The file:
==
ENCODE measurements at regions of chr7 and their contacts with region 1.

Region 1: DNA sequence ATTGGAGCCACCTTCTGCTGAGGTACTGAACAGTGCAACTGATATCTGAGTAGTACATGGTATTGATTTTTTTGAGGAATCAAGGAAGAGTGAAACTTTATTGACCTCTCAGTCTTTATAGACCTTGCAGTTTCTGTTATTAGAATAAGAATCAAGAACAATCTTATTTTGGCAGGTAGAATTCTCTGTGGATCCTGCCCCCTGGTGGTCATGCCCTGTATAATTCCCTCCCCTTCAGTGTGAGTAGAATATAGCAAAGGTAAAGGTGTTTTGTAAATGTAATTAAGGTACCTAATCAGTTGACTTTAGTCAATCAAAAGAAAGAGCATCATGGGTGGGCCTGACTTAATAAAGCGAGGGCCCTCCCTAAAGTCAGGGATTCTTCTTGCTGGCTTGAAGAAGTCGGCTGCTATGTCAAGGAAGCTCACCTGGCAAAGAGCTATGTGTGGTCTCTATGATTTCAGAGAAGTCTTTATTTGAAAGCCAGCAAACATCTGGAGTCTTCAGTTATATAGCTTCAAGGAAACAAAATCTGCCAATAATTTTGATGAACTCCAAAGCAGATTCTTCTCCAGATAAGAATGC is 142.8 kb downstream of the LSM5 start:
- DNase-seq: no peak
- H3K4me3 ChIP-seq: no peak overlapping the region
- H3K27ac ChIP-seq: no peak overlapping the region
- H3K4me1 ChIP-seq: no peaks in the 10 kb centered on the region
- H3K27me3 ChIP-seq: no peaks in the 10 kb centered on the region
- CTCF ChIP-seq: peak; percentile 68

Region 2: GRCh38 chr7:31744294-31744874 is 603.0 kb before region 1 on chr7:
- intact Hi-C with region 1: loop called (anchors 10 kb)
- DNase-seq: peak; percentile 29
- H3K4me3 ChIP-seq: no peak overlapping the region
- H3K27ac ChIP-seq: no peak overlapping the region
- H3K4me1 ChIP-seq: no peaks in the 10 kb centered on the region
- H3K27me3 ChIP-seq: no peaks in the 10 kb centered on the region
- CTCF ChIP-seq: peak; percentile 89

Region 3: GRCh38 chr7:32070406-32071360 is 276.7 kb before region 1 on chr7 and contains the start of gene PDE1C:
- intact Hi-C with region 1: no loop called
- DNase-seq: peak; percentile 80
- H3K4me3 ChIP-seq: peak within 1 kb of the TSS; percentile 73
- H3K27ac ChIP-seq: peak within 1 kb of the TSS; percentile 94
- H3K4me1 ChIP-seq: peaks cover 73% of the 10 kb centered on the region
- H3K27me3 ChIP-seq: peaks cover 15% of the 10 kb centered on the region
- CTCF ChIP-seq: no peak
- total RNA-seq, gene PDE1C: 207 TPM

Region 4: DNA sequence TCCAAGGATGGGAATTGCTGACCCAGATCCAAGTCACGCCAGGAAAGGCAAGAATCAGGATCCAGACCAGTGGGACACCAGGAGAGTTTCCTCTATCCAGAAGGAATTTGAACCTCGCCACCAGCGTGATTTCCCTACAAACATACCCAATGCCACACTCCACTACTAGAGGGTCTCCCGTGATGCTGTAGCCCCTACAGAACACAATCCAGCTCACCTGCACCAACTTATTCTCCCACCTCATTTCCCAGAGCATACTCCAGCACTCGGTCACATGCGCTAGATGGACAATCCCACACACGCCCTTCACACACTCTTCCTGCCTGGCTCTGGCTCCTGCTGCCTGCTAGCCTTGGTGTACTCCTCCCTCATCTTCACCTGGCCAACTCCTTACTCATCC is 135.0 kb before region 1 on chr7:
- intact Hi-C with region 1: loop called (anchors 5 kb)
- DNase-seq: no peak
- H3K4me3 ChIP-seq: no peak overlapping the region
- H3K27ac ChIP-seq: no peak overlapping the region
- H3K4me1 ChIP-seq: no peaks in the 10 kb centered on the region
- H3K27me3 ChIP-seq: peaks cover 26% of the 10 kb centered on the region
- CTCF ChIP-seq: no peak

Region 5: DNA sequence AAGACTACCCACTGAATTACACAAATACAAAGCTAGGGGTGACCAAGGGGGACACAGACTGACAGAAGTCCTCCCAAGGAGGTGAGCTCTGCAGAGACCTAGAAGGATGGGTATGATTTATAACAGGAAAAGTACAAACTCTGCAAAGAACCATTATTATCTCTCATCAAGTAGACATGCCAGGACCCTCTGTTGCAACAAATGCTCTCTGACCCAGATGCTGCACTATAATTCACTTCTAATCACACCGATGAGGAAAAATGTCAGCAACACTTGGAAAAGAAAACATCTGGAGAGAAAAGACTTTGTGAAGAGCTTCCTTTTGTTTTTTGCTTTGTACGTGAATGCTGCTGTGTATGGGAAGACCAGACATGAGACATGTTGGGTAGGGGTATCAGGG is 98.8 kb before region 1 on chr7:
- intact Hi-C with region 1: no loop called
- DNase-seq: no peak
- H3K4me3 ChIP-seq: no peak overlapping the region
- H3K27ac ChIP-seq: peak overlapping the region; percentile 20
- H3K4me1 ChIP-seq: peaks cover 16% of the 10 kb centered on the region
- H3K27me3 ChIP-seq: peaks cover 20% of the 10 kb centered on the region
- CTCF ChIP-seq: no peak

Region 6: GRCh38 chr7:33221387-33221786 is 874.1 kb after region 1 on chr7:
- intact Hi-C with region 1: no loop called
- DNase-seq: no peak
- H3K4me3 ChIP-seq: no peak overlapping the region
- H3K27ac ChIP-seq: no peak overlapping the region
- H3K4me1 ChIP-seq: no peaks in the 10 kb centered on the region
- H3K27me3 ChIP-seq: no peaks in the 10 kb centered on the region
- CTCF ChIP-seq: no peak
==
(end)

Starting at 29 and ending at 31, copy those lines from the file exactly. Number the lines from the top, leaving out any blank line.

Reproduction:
- H3K4me3 ChIP-seq: no peak overlapping the region
- H3K27ac ChIP-seq: no peak overlapping the region
- H3K4me1 ChIP-seq: no peaks in the 10 kb centered on the region